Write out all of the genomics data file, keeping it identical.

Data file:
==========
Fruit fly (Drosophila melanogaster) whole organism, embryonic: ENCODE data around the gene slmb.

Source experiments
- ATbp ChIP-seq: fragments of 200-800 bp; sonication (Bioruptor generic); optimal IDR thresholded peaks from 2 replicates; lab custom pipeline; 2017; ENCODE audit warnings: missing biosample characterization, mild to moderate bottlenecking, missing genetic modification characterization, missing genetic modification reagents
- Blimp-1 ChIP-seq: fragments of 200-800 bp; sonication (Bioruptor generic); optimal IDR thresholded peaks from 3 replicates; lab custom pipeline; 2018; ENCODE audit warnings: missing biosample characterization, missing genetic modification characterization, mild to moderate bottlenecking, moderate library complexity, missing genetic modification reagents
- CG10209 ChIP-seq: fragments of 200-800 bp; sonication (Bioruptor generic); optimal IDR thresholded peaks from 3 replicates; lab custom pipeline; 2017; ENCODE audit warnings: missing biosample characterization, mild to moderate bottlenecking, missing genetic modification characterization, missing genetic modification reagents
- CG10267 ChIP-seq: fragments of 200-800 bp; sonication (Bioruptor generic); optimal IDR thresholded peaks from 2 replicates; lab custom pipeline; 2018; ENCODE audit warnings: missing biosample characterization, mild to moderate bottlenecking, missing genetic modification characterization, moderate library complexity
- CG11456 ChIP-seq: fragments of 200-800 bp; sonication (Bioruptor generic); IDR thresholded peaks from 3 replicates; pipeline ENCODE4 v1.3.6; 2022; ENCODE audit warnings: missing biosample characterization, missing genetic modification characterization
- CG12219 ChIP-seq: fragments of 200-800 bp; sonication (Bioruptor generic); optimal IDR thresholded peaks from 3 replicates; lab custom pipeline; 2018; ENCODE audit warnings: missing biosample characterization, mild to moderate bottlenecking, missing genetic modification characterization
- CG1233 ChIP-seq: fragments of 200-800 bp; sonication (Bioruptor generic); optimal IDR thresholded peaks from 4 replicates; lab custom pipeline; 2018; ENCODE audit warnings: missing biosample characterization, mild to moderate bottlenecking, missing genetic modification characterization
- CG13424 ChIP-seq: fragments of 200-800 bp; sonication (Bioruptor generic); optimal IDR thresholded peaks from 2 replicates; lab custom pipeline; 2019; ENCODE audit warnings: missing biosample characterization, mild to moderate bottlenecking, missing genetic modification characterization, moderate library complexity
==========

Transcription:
Fruit fly (Drosophila melanogaster) whole organism, embryonic: ENCODE data around the gene slmb.

Source experiments
- ATbp ChIP-seq: fragments of 200-800 bp; sonication (Bioruptor generic); optimal IDR thresholded peaks from 2 replicates; lab custom pipeline; 2017; ENCODE audit warnings: missing biosample characterization, mild to moderate bottlenecking, missing genetic modification characterization, missing genetic modification reagents
- Blimp-1 ChIP-seq: fragments of 200-800 bp; sonication (Bioruptor generic); optimal IDR thresholded peaks from 3 replicates; lab custom pipeline; 2018; ENCODE audit warnings: missing biosample characterization, missing genetic modification characterization, mild to moderate bottlenecking, moderate library complexity, missing genetic modification reagents
- CG10209 ChIP-seq: fragments of 200-800 bp; sonication (Bioruptor generic); optimal IDR thresholded peaks from 3 replicates; lab custom pipeline; 2017; ENCODE audit warnings: missing biosample characterization, mild to moderate bottlenecking, missing genetic modification characterization, missing genetic modification reagents
- CG10267 ChIP-seq: fragments of 200-800 bp; sonication (Bioruptor generic); optimal IDR thresholded peaks from 2 replicates; lab custom pipeline; 2018; ENCODE audit warnings: missing biosample characterization, mild to moderate bottlenecking, missing genetic modification characterization, moderate library complexity
- CG11456 ChIP-seq: fragments of 200-800 bp; sonication (Bioruptor generic); IDR thresholded peaks from 3 replicates; pipeline ENCODE4 v1.3.6; 2022; ENCODE audit warnings: missing biosample characterization, missing genetic modification characterization
- CG12219 ChIP-seq: fragments of 200-800 bp; sonication (Bioruptor generic); optimal IDR thresholded peaks from 3 replicates; lab custom pipeline; 2018; ENCODE audit warnings: missing biosample characterization, mild to moderate bottlenecking, missing genetic modification characterization
- CG1233 ChIP-seq: fragments of 200-800 bp; sonication (Bioruptor generic); optimal IDR thresholded peaks from 4 replicates; lab custom pipeline; 2018; ENCODE audit warnings: missing biosample characterization, mild to moderate bottlenecking, missing genetic modification characterization
- CG13424 ChIP-seq: fragments of 200-800 bp; sonication (Bioruptor generic); optimal IDR thresholded peaks from 2 replicates; lab custom pipeline; 2019; ENCODE audit warnings: missing biosample characterization, mild to moderate bottlenecking, missing genetic modification characterization, moderate library complexity